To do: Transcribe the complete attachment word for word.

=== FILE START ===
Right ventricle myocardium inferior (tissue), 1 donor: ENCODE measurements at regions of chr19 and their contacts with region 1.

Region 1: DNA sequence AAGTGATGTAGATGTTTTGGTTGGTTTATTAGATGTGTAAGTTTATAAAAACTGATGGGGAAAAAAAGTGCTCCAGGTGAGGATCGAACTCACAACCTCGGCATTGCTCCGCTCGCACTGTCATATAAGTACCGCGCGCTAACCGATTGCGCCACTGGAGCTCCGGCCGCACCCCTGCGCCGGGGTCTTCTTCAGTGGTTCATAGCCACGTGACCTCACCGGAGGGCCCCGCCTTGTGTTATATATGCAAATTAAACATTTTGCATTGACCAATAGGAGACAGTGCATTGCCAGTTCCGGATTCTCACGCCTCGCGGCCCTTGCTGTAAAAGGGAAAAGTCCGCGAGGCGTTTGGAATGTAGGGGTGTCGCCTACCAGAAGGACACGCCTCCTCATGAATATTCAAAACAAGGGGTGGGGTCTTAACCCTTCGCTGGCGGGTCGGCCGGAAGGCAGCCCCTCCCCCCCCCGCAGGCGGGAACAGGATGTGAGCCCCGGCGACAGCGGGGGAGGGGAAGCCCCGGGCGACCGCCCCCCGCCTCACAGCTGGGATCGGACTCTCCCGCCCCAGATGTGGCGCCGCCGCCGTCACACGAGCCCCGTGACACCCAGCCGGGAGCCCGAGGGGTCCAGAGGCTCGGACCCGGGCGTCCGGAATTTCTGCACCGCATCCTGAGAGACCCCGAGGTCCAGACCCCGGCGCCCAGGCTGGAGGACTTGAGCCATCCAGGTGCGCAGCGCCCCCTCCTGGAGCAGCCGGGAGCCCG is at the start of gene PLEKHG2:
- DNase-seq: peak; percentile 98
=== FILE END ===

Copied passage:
Right ventricle myocardium inferior (tissue), 1 donor: ENCODE measurements at regions of chr19 and their contacts with region 1.

Region 1: DNA sequence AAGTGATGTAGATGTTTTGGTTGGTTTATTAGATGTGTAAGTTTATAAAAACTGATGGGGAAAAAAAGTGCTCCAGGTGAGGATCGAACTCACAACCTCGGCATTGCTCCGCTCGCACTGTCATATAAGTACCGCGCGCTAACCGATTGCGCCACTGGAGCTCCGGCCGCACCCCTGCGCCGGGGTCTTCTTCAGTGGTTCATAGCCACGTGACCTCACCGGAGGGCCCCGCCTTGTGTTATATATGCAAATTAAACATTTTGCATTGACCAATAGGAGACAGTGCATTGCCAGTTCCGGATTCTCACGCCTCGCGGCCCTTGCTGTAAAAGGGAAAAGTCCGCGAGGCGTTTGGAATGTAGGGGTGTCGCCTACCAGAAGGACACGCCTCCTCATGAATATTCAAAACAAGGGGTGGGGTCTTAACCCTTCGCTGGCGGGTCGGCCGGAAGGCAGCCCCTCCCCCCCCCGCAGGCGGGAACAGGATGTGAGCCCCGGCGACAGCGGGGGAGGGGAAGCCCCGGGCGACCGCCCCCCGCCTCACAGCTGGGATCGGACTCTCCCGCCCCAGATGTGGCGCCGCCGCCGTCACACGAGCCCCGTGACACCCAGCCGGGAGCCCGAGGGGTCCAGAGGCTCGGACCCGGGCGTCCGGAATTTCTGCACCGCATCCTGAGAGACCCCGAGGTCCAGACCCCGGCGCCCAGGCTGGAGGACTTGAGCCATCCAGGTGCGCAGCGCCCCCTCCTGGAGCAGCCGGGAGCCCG is at the start of gene PLEKHG2:
- DNase-seq: peak; percentile 98